I know that a Riemannian manifold of dimension $n$ is naturally endowed with a volume form induced by the Riemannian metric $\omega=\sqrt{|g|}dx_1\wedge\dots\wedge dx_n$.

Is the same thing true with only topological assumptions? With this I mean: does a metric induce something similar to a volume form in a metric space?

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    $\begingroup$ In a purely topological space there's no way to measure orthogonality. With a metric you have that possibility so there a volume form might exist, at least if the space is finite dimensional. $\endgroup$ – md2perpe Jul 29 '17 at 17:59
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    $\begingroup$ Do you mean that you want to define a measure using a metric? $\endgroup$ – Moishe Kohan Jul 29 '17 at 19:28

Let me first try to make sense of your question. First of all, the notion of a differential form is meaningless for general metric spaces $(X,d)$. However, one can still talk about Borel measures $\mu$ on the topological space $X$ (topologized using the metric $d$). The Borel condition still leaves too much freedom since we did not use the metric $d$ (only the topology). The most common condition these days is the one of a metric measure space which ties nicely $d$ and $\mu$ and allows one to do quite a bit of analysis on $(X,d,\mu)$ similarly to the analysis on the Euclidean $n$-space $E^n$. (The literature on this subject is quite substantial, just google "metric measure space".)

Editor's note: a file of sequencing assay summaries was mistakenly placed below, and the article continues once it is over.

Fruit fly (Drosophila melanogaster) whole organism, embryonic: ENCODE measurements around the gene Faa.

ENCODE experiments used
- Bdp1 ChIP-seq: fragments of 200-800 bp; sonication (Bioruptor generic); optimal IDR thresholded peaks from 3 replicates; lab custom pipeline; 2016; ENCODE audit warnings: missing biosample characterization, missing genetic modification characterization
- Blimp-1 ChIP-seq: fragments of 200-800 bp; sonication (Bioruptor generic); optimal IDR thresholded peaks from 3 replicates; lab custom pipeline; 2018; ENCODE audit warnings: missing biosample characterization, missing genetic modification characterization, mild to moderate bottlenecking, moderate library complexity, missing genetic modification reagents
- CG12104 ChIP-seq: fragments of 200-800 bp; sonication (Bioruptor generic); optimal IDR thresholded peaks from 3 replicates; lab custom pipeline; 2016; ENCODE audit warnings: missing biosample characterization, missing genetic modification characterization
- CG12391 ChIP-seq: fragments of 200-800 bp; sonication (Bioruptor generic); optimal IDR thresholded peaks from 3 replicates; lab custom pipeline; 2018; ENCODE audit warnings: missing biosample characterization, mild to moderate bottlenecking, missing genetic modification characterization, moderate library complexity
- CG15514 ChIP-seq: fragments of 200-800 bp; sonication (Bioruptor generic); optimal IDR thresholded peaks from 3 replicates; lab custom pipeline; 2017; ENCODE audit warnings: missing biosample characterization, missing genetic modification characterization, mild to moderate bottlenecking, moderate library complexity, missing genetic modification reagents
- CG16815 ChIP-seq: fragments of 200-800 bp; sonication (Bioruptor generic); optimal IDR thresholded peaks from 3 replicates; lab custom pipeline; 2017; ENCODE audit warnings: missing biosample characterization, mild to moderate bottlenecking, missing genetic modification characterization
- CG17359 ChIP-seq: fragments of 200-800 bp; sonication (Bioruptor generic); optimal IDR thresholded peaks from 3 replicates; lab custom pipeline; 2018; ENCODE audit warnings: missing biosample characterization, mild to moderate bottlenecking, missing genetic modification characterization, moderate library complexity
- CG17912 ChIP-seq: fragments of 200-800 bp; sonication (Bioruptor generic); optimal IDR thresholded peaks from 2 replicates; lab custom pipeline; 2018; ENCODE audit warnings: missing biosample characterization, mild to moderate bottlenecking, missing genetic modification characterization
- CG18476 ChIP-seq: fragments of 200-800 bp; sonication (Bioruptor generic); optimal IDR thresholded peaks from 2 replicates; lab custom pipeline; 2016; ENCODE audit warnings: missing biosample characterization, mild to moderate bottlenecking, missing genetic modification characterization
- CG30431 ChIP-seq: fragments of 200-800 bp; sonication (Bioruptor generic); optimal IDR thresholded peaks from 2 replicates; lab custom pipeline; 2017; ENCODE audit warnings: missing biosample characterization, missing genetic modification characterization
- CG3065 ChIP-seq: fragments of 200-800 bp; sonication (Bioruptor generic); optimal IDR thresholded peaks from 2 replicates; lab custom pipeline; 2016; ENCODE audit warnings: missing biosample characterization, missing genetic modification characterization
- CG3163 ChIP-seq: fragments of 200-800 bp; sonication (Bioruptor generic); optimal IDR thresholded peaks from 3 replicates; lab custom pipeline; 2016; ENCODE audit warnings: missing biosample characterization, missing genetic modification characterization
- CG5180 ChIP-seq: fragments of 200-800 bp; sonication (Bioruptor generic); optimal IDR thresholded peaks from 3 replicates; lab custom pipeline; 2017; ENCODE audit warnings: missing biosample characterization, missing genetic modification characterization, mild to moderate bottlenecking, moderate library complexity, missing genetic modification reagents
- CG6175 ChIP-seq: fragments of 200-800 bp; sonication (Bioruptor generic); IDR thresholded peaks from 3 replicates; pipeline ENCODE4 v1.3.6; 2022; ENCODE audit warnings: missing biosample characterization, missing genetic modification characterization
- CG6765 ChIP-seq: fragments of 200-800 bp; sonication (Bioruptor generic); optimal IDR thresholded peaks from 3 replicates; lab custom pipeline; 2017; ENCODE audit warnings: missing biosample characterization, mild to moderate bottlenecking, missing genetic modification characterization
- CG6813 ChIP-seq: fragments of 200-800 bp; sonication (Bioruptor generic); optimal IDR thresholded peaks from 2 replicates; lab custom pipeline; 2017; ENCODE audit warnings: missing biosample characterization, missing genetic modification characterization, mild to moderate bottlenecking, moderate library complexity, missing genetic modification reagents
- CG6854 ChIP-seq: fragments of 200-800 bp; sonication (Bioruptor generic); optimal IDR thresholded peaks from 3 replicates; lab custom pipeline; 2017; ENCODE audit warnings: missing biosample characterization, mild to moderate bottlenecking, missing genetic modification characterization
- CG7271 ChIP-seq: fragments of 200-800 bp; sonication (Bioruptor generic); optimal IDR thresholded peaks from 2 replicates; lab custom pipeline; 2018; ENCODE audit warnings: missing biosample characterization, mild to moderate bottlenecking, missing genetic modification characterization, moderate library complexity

Definition. A triple $(X,d,\mu)$ (where $d$ is a metric on $X$ and $\mu$ is a Borel measure on $X$) is called a metric measure space if the measure $\mu$ is doubling with respect to $d$, i.e. there exists a constant $D<\infty$ such that for every $a\in X, r>0$, we have $$ \mu(B(a, 2r))\le D \mu(B(a,r)), $$ where $B(a,R)$ denotes the closed ball of radius $R$ centered at $a$.

Example. Every closed subset of $E^n$ (equipped with the restriction of the Euclidean metric) is a complete doubling metric space.

The basic existence result for doubling measures $\mu$, proven in "Every complete doubling metric space carries a doubling measure", by J. Luukainen, E. Saksman, Proc. Amer. Math. Soc. 126 (1998) p. 531–534, is the following:

Theorem. A complete metric space $(X,d)$ carries a doubling measure $\mu$ if and only if the metric $d$ is doubling, i.e. there exists a constant $C$ such that every ball of radius $2r$ in $X$ is covered by at most $C$ balls of radius $r$.

The proof of this theorem is not long but by no means trivial.


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